And with this, I realized that the holiest work on Earth is not to abandon myself for the sake of others, but to OWN myself for the sake of others -- and that there is truly no other way to be. That the bravest and most attractive people on Earth embody their unique and specific “child-of-God-ness” and stand in their yard (or in their two-piece), exactly as they are, exactly as they feel like, and without apology.
Last week I took my daughter to the “Big Kids Room” at our gym for the first time. It was scary for both of us -- the room is just so big and echoey, and the kids are just so loud and pushy, and the directors are just so … few. In a sea of big kids, I couldn’t bring myself to imagine my small-for-her-age, porcelain skinned, blue-eyed girl finding her way around that place. But as I watched the $70/month tick away from my bank account and my clothes tighten from a little too much summertime fun, I knew that it was time.
M and I had talked about the “Big Kids Room” for weeks, how she was a big girl now and that big girls can do hard things… and after much anticipation, the day to do the hard thing was finally here. I could have predicted the unfolding of the drama down to the very last detail -- her desperately clinging body, my smelly nervous sweat, and the unconvincing “everything is fine” smile I’ve gotten so good at. I resorted to my usual fawn-like coping mechanism -- making small talk with the woman at the check-in desk, complimenting her profusely (secretly hoping to manipulate her into liking ME so that she would like M and prevent her from dying in the end-of-days big wooden block explosion that was obviously going to happen while she was there). With a few hard plucks, I handed the screaming, wiggling baby mammal to the innocent college kid at the desk, and before I knew it, I was toddler-free, making a mad dash out of the room. I mentally wagged a threatening finger to her guardian angels, and turned up my music so as to numb out these feels of discomfort during my precious child-free time.
When I returned an hour later, M was sitting at the kiddie table mid-room, wearing her pink-tinted sunglasses, eating her applesauce squeezy pack, and giggling at the kids who ran around her in circles. She. Was. Fine. “Mom!!!!” she screamed confidently. “I’m playing with the BIG KIDS.” I have never seen her so proud of herself. We merrily reunited and, holding hands, walked to the car, both relieved to be safely on the other side of that bridge together.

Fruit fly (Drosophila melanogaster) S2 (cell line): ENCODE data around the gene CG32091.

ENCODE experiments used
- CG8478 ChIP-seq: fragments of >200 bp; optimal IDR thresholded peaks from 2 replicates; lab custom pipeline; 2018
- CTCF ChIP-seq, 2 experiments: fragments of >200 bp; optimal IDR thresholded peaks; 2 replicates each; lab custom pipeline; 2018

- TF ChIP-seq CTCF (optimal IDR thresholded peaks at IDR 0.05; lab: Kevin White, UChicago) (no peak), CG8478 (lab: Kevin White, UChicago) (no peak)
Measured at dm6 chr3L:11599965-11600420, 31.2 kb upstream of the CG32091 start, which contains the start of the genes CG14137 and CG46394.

Lately it seems that God keeps asking me to cross hard bridges -- to do things that I really don’t want to do like leave my family to travel halfway across the world to Northern Uganda (where I will, no doubt, get my *ss kicked), or watch my husband start another God-knows-how-long project in California while I transition to lonely nights on the couch, or navigate these disorienting times of terror, fear and injustice on Earth. “But I reaaaaaally don’t want to,” I seem to be whining in my baby mammal voice about three times a day as I desperately cling to God’s chest. And then today, right when I needed to hear it, my spin teacher shouted “C’mon…. no CHALLENGE, no CHANGE, folks! Keep going; you’ve got this!” My entire body lit up with that tingly Truth feeling as I felt the reality of these words sink into my cells. No challenge, no change.
As I look around to the expanding life of vegetables and flowers and trees in my yard, I begin to understand in a literal way that “if you’re not growing, you’re dying” as this is truly how it works in the organic paradigm. As a part of this beautiful, evolving planet of Holy God energy, I know that I not only want to, but came here specifically to expand and expand and expand into more than I was in the last moment, and the one before that, and the one before that. Change and expansion is not only the nature of the Universe, but the nature of all things including me. And how does this unconditionally loving God make me into more than I was yesterday? Why, with a series of perfectly designed challenges that will propel me enough to evolve one step closer my fullness, of course. As a mammal, I crave the stifling comfort of static stability; yet, as a Divine Being, I somehow know that Earth School isn’t the place for that, that if I am not growing, I’m dying, too.
So instead of resenting, complaining about and kicking my feet against these hair-raising bridges that I am being asked to cross, I am going to choose to see them as my angels in disguise, the perfect experiences to help me draw from something deeper that can only come forth through the first time in the big kids room, or mission work abroad, or facing my loneliness, and these uncertain and dark times on Earth.
Oh yes, God loves me so much that She keeps poking me in the ribs and inviting me to step into and witness my own Godly strength, one bridge at a time.
This week on the yoga mat, we will put this idea into practice, tapping into our inner resolve, our God-strength, as we, challenge by challenge, find an embodied way to discover what we are really made of, and the depths of who God is calling us to be here on Earth. One pose at a time, one challenge at a time, we will expand into our fullness together.
Yoga Therapist, Teacher, Speaker, Writer, Mother